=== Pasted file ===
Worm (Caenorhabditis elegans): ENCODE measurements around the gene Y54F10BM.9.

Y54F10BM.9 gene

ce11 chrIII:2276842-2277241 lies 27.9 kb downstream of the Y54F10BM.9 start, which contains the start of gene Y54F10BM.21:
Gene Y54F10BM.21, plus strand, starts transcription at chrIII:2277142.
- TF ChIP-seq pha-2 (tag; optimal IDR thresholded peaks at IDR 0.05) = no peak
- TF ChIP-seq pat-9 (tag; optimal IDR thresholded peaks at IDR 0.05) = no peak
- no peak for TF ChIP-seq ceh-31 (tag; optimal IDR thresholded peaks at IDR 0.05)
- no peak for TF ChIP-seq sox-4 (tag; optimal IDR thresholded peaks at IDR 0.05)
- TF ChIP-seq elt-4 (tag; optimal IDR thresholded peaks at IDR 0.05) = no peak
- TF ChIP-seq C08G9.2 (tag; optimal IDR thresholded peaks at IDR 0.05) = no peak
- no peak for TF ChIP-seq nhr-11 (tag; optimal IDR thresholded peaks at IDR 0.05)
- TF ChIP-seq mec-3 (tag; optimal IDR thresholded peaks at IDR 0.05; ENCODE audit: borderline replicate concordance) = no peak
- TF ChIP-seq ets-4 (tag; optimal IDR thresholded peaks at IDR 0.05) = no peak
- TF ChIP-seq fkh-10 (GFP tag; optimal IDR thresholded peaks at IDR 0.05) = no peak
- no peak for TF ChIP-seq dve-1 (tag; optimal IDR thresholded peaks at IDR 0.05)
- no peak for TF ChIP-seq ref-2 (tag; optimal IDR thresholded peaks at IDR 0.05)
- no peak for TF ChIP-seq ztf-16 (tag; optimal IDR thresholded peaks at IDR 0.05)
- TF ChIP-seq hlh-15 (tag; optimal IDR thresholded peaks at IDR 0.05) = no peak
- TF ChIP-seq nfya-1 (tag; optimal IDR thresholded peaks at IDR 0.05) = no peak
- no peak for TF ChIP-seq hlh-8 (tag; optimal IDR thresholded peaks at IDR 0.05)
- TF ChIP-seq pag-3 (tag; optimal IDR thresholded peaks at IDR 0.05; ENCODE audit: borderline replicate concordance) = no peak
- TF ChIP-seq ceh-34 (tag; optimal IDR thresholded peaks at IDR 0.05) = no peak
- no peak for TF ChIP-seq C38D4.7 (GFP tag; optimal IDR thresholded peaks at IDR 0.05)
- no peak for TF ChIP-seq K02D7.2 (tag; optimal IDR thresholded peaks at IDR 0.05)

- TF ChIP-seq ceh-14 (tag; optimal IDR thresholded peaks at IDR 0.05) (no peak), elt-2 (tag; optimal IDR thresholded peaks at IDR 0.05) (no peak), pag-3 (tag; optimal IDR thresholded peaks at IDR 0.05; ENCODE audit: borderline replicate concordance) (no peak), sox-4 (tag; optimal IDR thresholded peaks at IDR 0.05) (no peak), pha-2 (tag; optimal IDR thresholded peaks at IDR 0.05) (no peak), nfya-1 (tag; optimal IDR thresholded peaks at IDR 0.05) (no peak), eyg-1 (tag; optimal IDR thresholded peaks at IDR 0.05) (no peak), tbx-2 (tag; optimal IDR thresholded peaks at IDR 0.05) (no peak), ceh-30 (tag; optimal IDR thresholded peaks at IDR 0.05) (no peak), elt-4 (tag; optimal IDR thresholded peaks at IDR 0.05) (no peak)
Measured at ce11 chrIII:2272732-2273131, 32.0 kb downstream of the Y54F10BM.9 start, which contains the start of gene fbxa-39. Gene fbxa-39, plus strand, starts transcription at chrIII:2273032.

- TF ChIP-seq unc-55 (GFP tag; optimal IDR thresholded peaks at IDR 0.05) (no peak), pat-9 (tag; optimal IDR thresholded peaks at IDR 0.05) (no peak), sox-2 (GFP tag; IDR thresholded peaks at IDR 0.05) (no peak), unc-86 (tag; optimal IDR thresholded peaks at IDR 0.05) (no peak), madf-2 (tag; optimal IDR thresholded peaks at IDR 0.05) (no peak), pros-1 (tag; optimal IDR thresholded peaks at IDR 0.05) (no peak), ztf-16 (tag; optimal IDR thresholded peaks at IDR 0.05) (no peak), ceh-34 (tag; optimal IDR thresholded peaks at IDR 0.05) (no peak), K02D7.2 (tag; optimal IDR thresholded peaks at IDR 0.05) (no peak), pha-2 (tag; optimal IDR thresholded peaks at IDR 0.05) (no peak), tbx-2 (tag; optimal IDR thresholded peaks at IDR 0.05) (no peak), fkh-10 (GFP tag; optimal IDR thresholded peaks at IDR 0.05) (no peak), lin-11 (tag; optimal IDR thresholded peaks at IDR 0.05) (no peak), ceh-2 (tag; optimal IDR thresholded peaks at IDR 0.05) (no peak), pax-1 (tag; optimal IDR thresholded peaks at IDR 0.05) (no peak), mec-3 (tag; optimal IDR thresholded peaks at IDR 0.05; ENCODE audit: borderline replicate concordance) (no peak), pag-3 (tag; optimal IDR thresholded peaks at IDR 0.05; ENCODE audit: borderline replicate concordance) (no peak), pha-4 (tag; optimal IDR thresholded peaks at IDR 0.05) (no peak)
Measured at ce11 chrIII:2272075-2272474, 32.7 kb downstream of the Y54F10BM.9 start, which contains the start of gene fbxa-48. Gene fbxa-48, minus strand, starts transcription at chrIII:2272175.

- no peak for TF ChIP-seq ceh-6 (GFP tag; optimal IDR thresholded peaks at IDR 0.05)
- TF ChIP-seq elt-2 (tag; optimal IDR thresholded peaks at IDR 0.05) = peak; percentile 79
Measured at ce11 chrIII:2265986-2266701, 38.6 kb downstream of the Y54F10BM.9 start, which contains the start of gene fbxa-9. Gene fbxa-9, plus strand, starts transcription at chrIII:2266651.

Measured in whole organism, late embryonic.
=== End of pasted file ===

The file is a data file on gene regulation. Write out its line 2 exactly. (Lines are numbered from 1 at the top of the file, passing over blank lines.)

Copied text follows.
Y54F10BM.9 gene